Pop-Ed: The Great Gatsby – Excitement and Nervousness

daniel cohen has mixed emotions going into this weekend …

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Along with Mark Twain’s The Adventures of Huckleberry Finn, it’s impossible to go through high school without reading F. Scott Fitzgerald’s masterpiece, The Great Gatsby. For me, it is my favorite piece of literature. It’s loaded left and right with iconic imagery, and captures the decadent period of the time so perfectly, it’s impossible for me not to picture the roaring 20’s crystal clear in my head, even though I wasn’t there. So with the new movie coming out this weekend, how can I not be intrigued? But this isn’t the first time the novel’s been adapted to film. It’s seen several cinematic trials, the most famous being the 1974 version with Robert Redford, which I saw once years ago, and remember being bored out of my mind. Perhaps just like Gatsby himself, maybe making a Great Gatsby movie is like ‘reaching for the Green Light.’ Will this new version finally break the mold? I have no clue. There are so many reasons I’m excited, and nervous as all hell. So I thought I’d break it all down with a little point/counter-point on why this film could be awesome … or an absolute disaster.

Why I’m Nervous — The Director, Baz Luhrmann:

Ugh … I’ve only seen two of his films (Romeo & Juliet, Moulin Rouge!), but hated them both with a burning passion. Romeo & Juliet, set in modern times, but they talk like they did when the play was written? What a ridiculous concept, I’m sorry. And I’m sure many people like it because it was so different from anything else, but I really don’t care … it sucked. But with Moulin Rouge!, all I can say is this: I saw it once years ago, but remember very clearly thinking to myself, ‘Am I watching the worst movie ever made?’ This random, over-acted, over-stylized crap fest wasn’t for me. And if you like Moulin Rouge!, fine. Just don’t push it on me. So yeah, I’m not a Baz Luhrmann fan. The thought of him taking one of the things I love most and ‘Baz Luhrmanning’ it up scares the absolute shit out of me. It’s a bit on Entourage, but why can’t Martin Scorsese direct this for real?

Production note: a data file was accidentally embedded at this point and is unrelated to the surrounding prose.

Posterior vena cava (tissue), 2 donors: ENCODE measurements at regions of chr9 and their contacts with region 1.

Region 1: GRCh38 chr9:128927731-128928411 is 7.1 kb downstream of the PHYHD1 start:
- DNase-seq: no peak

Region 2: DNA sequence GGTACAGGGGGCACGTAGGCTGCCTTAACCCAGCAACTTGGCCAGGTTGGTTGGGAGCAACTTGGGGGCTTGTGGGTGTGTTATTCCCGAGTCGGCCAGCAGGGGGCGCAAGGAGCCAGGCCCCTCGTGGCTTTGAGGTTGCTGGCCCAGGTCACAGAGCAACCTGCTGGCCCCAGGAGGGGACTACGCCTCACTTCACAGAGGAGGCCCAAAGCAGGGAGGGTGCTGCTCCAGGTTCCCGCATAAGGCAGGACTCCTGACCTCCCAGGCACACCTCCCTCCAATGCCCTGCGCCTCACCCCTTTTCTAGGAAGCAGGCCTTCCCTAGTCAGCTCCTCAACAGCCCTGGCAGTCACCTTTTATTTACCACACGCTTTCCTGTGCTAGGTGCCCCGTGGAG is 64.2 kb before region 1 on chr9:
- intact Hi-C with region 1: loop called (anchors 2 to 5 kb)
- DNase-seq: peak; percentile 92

Why I’m Excited — The Cast:

Leonardo DiCaprio as Jay Gatsby is dream casting. I can’t think of anyone more perfect for a role. When Luhrmann was announced as director, I completely wrote this film off. But when I saw DiCaprio was cast, it gave me hope. It’s like pairing former Oakland Raiders QB bust JaMarcus Russell with pro-bowl receiver Calvin Johnson. Johnson will have to make a lot of acrobatic catches, but it could work. But it’s not just DiCaprio that gets me excited — Carey Mulligan, Joel Edgerton, Isla Fisher, great choices all around. I must admit Tobey Maguire as Nick Carraway makes me queasy, but Maguire’s meek demeanor may actually work for the character. But it all goes back to DiCaprio. If Luhrmann wastes a great DiCaprio performance in favor of his excessive visual style and obsession with pop-culture songs, I’m going to be one grumpy gus.

Why I’m Nervous — It’s in 3D: